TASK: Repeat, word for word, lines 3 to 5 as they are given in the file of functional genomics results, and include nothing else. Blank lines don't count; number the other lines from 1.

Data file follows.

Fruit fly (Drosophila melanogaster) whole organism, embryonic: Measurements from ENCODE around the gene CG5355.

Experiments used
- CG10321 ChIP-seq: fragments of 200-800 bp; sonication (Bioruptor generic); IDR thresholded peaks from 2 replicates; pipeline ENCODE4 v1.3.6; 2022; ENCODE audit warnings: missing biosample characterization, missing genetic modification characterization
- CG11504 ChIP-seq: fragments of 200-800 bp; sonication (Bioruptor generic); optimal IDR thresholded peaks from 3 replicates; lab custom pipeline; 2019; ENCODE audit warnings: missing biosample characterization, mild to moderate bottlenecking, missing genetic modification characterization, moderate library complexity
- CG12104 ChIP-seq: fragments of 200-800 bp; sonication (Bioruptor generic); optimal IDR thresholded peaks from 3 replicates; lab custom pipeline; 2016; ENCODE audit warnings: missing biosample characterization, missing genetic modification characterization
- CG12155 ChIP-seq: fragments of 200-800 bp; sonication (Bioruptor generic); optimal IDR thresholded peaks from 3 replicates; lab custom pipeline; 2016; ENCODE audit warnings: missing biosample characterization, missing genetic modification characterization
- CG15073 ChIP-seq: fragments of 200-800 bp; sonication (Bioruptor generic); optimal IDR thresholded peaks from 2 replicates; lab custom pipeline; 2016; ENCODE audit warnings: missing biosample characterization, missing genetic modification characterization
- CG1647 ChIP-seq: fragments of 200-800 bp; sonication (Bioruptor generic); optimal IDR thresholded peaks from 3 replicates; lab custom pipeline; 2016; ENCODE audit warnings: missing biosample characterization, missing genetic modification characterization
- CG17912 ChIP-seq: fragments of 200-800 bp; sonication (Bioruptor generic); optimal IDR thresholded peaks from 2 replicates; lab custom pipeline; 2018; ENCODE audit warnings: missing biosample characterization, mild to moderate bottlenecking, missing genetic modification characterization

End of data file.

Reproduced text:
- CG10321 ChIP-seq: fragments of 200-800 bp; sonication (Bioruptor generic); IDR thresholded peaks from 2 replicates; pipeline ENCODE4 v1.3.6; 2022; ENCODE audit warnings: missing biosample characterization, missing genetic modification characterization
- CG11504 ChIP-seq: fragments of 200-800 bp; sonication (Bioruptor generic); optimal IDR thresholded peaks from 3 replicates; lab custom pipeline; 2019; ENCODE audit warnings: missing biosample characterization, mild to moderate bottlenecking, missing genetic modification characterization, moderate library complexity
- CG12104 ChIP-seq: fragments of 200-800 bp; sonication (Bioruptor generic); optimal IDR thresholded peaks from 3 replicates; lab custom pipeline; 2016; ENCODE audit warnings: missing biosample characterization, missing genetic modification characterization